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All About Rubies

Updated on December 22, 2011

The Radiant Ruby

Television commercials tell us that "diamonds are a girl's best friend," but to a color loving gal, the rich claret of a perfectly cut ruby shimmers with a luster that defies all competition.

July's traditional birthstone, the ruby is a precious stone, along with diamonds, sapphires and emeralds, and of these, are second only to diamonds on the Moh's scale of mineral hardness. The value of an individual ruby is determined primarily by color. Ruby color ranges from pink to orange red, but the deep red with undertones of blue, known as "pigeon's blood" red is the most highly prized. Clarity, size and cut also determine value as do the tiny needle-like striations found only in genuine stones, known as "silk". These striations, much like human fingerprints, are unique to each stone. Synthetic rubies, while technically flawless, lack these inclusions, which testify to a stone's authenticity.

Rubies become rubies in the presence of the chemical element chromium. The tiniest amount of chromium gives the mineral corundum (also known as aluminum oxide) its prized ruby red coloration. All non red gem quality corundum is called sapphire -- a gem traditionally thought to be blue, but which actually occurs in a wide variety of colors.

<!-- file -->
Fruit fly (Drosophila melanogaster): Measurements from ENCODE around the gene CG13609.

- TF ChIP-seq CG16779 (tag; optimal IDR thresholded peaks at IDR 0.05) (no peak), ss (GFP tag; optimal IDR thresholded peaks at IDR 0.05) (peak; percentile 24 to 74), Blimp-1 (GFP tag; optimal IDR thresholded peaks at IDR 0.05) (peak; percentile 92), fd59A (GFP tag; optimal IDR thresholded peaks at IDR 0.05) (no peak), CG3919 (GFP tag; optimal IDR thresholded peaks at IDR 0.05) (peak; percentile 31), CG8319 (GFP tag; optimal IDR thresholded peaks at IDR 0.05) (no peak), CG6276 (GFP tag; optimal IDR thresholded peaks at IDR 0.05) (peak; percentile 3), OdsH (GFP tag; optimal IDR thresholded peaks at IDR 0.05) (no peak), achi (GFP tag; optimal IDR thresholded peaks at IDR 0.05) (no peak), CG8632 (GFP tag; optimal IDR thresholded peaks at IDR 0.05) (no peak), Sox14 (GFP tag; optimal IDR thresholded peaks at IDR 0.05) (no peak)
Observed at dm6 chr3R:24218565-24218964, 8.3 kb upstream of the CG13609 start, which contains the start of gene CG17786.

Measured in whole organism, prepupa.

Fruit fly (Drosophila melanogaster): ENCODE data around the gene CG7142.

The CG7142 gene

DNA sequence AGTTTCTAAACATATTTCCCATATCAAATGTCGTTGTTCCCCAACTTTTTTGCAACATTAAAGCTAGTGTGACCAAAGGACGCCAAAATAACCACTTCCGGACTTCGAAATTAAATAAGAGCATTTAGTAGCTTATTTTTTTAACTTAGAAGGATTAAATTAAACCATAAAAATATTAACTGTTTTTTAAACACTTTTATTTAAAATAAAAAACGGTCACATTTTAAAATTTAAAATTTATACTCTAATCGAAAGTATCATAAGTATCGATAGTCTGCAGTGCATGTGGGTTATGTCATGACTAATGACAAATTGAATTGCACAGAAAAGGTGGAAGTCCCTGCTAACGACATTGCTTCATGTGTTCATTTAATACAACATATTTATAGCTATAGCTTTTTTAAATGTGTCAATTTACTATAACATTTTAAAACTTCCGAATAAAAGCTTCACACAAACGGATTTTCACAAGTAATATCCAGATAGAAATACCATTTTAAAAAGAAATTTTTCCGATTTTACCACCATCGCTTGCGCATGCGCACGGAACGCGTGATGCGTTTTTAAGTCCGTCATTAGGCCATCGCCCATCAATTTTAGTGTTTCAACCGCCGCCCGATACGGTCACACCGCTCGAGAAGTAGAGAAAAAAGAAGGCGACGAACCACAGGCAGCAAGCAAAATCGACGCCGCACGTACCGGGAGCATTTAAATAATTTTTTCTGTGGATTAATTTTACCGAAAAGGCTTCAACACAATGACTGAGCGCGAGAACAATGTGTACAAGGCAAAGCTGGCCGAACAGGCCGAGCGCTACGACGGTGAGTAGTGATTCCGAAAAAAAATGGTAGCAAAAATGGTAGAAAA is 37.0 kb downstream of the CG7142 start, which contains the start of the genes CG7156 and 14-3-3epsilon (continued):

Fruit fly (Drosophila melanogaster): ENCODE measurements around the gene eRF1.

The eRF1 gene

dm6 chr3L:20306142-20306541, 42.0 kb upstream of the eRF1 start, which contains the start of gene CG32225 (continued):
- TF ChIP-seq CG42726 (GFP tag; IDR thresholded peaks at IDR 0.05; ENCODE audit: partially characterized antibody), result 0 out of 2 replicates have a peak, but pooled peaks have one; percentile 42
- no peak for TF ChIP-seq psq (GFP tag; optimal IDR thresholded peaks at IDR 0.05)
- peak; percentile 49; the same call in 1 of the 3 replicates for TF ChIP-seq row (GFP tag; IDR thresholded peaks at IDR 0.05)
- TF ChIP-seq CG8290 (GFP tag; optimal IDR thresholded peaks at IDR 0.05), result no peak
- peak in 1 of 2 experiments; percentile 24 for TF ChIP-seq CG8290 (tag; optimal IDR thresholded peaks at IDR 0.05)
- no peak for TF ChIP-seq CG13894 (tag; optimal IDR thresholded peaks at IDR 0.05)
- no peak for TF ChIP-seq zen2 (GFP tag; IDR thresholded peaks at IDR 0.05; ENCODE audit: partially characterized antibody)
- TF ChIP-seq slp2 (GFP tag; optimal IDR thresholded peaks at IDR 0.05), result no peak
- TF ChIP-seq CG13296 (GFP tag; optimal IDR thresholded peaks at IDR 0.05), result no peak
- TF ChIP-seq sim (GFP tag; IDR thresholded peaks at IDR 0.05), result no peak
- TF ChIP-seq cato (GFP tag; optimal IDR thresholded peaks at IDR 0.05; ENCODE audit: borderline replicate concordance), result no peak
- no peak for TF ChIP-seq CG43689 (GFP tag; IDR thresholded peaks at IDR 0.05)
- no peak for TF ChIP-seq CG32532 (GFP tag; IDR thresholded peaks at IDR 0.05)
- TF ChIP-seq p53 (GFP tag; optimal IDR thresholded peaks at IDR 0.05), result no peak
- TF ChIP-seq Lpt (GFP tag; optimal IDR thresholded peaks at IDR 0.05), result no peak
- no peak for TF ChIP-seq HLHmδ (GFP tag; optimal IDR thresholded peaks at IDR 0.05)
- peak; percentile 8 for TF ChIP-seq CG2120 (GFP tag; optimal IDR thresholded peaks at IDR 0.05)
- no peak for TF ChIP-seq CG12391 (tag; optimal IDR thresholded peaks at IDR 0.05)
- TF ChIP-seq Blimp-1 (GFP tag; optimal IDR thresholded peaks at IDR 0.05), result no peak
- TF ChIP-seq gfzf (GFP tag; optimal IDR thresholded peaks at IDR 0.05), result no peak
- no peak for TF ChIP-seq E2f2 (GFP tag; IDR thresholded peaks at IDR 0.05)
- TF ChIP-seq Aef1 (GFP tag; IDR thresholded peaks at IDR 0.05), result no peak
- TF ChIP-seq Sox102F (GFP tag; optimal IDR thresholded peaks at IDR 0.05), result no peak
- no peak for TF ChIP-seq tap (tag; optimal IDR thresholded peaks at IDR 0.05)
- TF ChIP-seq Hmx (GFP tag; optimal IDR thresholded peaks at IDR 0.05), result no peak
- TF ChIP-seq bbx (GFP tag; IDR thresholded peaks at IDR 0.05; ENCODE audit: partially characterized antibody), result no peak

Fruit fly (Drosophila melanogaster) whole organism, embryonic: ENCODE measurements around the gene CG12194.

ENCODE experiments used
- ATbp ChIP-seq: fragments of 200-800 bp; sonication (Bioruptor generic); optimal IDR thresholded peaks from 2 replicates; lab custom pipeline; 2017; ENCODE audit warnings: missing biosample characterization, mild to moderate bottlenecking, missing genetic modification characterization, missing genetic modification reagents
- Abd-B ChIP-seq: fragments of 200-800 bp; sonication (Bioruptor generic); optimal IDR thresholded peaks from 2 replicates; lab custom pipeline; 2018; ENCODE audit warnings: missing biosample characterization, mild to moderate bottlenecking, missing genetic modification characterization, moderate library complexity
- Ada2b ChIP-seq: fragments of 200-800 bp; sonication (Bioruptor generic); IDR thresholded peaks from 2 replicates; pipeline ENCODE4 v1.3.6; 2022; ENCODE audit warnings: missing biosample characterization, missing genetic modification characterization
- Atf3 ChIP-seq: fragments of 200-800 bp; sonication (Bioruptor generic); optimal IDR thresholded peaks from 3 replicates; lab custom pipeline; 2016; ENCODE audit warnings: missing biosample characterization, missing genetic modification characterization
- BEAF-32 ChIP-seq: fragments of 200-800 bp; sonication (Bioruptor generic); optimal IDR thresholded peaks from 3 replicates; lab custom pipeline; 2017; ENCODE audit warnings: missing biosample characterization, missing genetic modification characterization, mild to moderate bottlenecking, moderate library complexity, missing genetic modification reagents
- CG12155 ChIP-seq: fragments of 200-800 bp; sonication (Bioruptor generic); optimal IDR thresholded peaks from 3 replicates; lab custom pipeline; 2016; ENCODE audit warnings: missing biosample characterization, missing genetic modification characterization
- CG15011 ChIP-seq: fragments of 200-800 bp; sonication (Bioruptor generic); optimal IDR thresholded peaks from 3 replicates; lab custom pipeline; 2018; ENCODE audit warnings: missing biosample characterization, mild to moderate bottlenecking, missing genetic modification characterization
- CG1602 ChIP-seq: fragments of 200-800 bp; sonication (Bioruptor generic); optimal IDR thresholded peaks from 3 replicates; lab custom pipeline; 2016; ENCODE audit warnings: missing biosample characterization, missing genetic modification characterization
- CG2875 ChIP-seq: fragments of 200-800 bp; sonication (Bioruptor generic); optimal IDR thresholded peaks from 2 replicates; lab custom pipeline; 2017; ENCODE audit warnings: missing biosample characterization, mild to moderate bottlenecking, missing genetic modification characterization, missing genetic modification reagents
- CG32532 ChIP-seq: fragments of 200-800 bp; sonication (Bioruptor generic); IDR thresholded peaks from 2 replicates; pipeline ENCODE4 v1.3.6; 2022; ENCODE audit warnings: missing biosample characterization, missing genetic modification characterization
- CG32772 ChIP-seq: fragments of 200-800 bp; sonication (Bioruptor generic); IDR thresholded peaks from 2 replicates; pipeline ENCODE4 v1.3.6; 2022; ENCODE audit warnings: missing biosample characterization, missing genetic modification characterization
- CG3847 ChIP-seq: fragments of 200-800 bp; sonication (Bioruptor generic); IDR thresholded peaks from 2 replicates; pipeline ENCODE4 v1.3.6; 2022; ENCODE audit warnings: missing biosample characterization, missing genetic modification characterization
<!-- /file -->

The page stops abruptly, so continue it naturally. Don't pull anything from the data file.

Rubies are mined in various and dissimiliar locations around the world, from Montana and the Carolinas in the United States (a 1070 carat gem quality ruby known as the Cherokee Chief was unearthed in Franklin, NC in 1993) to Afghanistan, India and Thailand. While Southeast Asia produces most of the world's rubies today, rubies have been found recently beneath Greenland and in 2009, a large deposit was located in the Republic of Mozambique, in Southeastern Africa. A large ruby is a much rarer find than a large diamond. The Republic of the Union of Myanmar (Burma) has historically been the world's single largest ruby producing country.

In ancient times it was thought that rubies provided their owners with magical powers and protection. They have long been associated with blood, love, wisdom, security and health. Rubies are said to change color according to the health of their wearer, and have been credited with bringing awareness of health concerns prior to their physical manifestations.

It is not necessary to subscribe to ancient superstitions in the ruby's purported magical properties to understand why it might have been so regarded. When in the presence of a perfectly colored, expertly cut ruby of superior quality and size, the fascination is self evident, for truly this most sublime of gems speaks to the heart in a way that does no other.

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    • Sidders profile image

      Sidders 5 years ago from usa

      Wouldn't it be nice to find one of these babies in your back yard?

    • Enlydia Listener profile image

      Enlydia Listener 5 years ago from trailer in the country

      I love rubies...very precious.

    • samanthamayer profile image

      samanthamayer 5 years ago from New Zealand

      Ruby is my birthstone. I love it, so beautiful! Interesting history, thanks for sharing.